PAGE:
NASA Captures First Air-to-Air Images of Supersonic Shockwaves Interacting in Flight

“We nev­er dreamt that it would be this clear, this beau­ti­ful.” That’s how NASA sci­en­tist J.T. Hei­neck respond­ed when he got his first glimpse of images that cap­tured “the first-ever images of the inter­ac­tion of shock­waves from two super­son­ic air­craft in flight.”

NASA writes:

The images fea­ture a pair of T‑38s from the U.S. Air Force Test Pilot School at Edwards Air Force Base, fly­ing in for­ma­tion at super­son­ic speeds. The T‑38s are fly­ing approx­i­mate­ly 30 feet away from each oth­er, with the trail­ing air­craft fly­ing about 10 feet low­er than the lead­ing T‑38. With excep­tion­al clar­i­ty, the flow of the shock waves from both air­craft is seen, and for the first time, the inter­ac­tion of the shocks can be seen in flight.

“We’re look­ing at a super­son­ic flow, which is why we’re get­ting these shock­waves,” said Neal Smith, a research engi­neer with Aero­space­Com­put­ing Inc. at NASA Ames’ flu­id mechan­ics lab­o­ra­to­ry.

“What’s inter­est­ing is, if you look at the rear T‑38, you see these shocks kind of inter­act in a curve,” he said. “This is because the trail­ing T‑38 is fly­ing in the wake of the lead­ing air­craft, so the shocks are going to be shaped dif­fer­ent­ly. This data is real­ly going to help us advance our under­stand­ing of how these shocks inter­act…”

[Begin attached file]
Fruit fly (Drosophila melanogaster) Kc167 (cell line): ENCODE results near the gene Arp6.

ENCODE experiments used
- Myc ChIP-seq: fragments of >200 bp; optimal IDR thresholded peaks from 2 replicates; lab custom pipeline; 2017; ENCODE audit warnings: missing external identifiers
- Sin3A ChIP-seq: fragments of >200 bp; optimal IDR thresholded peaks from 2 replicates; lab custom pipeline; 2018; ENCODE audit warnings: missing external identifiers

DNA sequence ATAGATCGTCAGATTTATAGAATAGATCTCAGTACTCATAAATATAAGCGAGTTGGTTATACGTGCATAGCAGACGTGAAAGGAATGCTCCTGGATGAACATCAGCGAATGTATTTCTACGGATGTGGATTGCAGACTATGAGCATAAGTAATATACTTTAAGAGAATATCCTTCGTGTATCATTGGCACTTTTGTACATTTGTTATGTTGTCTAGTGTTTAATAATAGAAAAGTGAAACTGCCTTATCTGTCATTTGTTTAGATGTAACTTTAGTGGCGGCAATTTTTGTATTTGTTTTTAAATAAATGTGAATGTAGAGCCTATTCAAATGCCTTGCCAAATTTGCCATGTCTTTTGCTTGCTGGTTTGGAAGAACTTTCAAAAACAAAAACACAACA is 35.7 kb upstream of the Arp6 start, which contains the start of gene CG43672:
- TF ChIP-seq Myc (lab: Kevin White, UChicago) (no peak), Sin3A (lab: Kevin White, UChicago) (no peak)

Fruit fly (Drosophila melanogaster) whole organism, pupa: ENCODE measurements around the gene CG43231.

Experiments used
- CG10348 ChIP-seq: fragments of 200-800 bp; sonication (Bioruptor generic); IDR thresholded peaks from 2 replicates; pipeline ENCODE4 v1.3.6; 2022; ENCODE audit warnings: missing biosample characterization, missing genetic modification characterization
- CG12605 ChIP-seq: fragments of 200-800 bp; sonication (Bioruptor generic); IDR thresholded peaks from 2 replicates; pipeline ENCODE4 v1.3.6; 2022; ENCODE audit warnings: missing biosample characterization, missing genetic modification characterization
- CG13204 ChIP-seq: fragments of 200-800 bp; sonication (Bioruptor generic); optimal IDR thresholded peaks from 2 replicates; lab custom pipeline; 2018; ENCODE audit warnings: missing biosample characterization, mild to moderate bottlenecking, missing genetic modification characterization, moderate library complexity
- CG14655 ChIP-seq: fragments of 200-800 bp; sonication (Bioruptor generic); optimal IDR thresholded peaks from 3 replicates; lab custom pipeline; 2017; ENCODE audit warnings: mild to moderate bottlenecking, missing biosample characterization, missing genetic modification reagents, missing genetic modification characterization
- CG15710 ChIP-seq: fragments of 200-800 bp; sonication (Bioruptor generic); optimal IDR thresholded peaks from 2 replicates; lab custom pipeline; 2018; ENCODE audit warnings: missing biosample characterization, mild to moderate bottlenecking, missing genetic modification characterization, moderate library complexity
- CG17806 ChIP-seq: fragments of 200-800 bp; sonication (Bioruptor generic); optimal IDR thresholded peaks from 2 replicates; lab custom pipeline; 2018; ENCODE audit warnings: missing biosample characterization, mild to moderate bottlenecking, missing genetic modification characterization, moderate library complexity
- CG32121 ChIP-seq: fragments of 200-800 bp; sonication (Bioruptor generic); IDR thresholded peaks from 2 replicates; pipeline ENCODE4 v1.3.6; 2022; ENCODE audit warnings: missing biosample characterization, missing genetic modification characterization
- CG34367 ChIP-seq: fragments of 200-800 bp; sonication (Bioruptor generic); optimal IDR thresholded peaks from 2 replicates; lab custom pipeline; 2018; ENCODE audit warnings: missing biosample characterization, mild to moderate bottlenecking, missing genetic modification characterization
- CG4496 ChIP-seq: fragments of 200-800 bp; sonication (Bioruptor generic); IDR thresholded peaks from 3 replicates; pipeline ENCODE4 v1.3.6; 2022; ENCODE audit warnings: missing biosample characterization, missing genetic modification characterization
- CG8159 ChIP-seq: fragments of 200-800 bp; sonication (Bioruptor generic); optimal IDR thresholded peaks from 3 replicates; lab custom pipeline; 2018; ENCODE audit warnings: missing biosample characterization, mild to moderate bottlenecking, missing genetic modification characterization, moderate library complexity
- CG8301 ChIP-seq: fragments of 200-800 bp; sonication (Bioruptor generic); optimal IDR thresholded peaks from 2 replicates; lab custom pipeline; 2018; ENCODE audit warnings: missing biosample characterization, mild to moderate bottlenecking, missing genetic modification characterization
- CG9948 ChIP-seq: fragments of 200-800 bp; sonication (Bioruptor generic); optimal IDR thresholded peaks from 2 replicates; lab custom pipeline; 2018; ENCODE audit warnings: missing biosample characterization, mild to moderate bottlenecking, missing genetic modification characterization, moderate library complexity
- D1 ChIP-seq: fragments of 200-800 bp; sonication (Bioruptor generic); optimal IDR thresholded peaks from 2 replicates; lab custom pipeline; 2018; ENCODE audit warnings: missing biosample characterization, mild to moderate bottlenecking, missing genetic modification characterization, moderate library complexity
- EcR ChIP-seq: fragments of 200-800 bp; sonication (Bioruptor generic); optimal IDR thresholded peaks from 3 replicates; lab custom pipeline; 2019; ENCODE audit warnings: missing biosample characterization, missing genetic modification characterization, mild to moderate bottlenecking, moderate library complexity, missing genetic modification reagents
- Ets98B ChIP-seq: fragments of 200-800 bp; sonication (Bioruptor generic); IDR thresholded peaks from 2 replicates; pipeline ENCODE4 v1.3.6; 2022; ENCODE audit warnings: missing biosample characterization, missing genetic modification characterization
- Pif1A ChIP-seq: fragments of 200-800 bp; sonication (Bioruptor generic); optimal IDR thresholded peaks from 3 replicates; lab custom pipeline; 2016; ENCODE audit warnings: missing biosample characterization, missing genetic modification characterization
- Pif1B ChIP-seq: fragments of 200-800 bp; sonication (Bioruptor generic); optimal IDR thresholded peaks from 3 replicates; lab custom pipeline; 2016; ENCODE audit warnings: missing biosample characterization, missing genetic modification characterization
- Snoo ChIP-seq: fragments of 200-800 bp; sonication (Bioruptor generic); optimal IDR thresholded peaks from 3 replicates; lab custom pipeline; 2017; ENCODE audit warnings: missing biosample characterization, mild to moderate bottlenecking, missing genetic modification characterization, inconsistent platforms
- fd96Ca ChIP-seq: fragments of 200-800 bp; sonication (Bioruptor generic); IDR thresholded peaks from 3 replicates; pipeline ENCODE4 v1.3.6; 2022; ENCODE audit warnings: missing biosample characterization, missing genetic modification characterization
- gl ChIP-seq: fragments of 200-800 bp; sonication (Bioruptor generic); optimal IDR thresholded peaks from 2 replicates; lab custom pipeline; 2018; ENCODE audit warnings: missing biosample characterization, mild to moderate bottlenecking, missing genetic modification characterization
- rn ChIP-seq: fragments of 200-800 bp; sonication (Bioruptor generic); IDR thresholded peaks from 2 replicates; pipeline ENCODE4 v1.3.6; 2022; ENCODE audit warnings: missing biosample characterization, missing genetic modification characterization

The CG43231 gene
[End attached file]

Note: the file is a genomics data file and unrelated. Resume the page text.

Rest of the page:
While NASA has pre­vi­ous­ly used the schlieren pho­tog­ra­phy tech­nique to study shock­waves, the Air­BOS 4 flights fea­tured an upgrad­ed ver­sion of the pre­vi­ous air­borne schlieren sys­tems, allow­ing researchers to cap­ture three times the amount of data in the same amount of time.

“We’re see­ing a lev­el of phys­i­cal detail here that I don’t think any­body has ever seen before,” said Dan Banks, senior research engi­neer at NASA Arm­strong. “Just look­ing at the data for the first time, I think things worked out bet­ter than we’d imag­ined. This is a very big step.”

via Boing­Bo­ing

Relat­ed Con­tent:

Down­load 14 Free Posters from NASA That Depict the Future of Space Trav­el in a Cap­ti­vat­ing­ly Retro Style

NASA Dig­i­tizes 20,000 Hours of Audio from the His­toric Apol­lo 11 Mis­sion: Stream Them Free Online

The Full Rota­tion of the Moon: A Beau­ti­ful, High Res­o­lu­tion Time Lapse Film

Hear the Very First Sounds Ever Record­ed on Mars, Cour­tesy of NASA

NASA Cre­ates Movie Par­o­dy Posters for Its Expe­di­tion Flights: Down­load Par­o­dies of Metrop­o­lis, The Matrix, The Hitchhiker’s Guide to the Galaxy and More


by | Permalink | Comments (1) |

Sup­port Open Cul­ture

We’re hop­ing to rely on our loy­al read­ers rather than errat­ic ads. To sup­port Open Cul­ture’s edu­ca­tion­al mis­sion, please con­sid­er mak­ing a dona­tion. We accept Pay­Pal, Ven­mo (@openculture), Patre­on and Cryp­to! Please find all options here. We thank you!

Leave a Reply

Open Culture was founded by Dan Colman.